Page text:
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speak of with such deep horror, (Amos ii. 8.) may be regarded among us as a part of Christian liberty.

And will the matter stop there? If the Levitical degrees of affinity are no impediment, why should those of consanguinity be so? It seems that in the greater part of Protestant Germany, dispensations may be had for an uncle to marry his niece, or for an aunt to marry her nephew. Why should it not be so, if people feel no horror of it, and if the prohibition in Leviticus is but for the Jews? And so by no very violent steps we shall have reduced our prohibition to the first degree only of consanguinity. All but brothers and sisters will be allowed to marry: that will be true Christian liberty: and we must trust to natural horror only—for we shall have done away with the Scriptural warning—to prevent what we now shrink from imagining. But, alas! what answer will the Clergy of poor crowded districts be compelled to give, if they should be called before some future commission, and asked how far natural horror could be depended on, as a safeguard, in ignorant abandoned families?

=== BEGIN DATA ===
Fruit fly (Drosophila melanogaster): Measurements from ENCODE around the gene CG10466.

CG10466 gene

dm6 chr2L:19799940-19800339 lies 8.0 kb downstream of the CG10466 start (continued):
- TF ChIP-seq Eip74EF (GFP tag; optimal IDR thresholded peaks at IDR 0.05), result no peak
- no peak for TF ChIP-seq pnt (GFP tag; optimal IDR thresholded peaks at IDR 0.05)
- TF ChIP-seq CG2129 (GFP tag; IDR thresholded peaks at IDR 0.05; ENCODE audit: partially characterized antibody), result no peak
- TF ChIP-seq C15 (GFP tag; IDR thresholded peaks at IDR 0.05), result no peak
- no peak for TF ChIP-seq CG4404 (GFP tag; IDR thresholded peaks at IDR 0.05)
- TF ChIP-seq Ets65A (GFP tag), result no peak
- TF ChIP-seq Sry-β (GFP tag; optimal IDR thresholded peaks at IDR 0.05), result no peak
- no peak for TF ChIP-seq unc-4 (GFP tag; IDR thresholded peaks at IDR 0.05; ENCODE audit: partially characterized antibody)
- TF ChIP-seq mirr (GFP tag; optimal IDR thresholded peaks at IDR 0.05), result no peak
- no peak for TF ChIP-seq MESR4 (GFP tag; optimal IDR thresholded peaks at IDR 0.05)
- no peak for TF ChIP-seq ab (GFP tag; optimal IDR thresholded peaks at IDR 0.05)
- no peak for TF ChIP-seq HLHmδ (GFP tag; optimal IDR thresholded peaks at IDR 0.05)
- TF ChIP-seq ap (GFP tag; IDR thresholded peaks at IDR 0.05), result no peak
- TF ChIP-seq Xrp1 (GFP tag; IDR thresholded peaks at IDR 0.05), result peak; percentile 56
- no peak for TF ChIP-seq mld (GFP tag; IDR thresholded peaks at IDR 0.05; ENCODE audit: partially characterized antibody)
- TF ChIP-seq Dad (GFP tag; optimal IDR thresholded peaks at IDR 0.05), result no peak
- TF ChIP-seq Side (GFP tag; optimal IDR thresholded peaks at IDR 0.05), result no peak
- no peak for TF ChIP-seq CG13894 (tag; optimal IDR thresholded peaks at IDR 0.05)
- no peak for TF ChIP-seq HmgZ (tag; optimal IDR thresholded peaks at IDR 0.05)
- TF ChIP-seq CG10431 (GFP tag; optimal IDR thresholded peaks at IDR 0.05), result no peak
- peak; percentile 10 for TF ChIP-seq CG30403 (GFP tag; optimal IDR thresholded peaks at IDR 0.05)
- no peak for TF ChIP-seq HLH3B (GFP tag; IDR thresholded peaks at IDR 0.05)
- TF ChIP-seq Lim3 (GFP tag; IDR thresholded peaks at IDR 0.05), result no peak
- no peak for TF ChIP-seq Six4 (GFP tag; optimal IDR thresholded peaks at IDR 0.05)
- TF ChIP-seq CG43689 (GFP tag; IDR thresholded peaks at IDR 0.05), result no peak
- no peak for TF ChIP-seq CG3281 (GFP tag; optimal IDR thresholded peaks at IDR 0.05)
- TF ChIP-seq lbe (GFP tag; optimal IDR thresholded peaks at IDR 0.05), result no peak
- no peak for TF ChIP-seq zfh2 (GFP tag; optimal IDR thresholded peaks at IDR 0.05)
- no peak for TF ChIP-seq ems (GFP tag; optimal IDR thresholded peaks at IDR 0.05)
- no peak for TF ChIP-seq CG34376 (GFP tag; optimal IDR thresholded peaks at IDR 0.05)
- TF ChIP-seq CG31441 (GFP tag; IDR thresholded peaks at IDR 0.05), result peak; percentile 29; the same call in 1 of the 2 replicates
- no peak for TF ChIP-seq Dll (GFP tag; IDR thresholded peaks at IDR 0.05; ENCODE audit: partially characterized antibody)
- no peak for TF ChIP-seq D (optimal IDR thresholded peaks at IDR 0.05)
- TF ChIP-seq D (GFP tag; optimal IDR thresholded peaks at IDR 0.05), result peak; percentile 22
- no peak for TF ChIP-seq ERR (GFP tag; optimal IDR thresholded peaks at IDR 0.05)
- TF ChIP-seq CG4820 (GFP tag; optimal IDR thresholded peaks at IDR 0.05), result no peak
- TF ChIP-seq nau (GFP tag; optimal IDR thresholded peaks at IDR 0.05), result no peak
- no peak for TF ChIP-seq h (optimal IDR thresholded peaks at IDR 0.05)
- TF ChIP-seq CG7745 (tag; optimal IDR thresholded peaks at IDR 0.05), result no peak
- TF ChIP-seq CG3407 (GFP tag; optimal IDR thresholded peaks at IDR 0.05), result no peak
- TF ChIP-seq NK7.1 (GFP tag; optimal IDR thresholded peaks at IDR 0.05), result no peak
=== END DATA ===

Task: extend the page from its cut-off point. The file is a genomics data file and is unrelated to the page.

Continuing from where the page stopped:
As to Polygamy and Divorce, when the Spirit of Scripture and the Voice of the Church are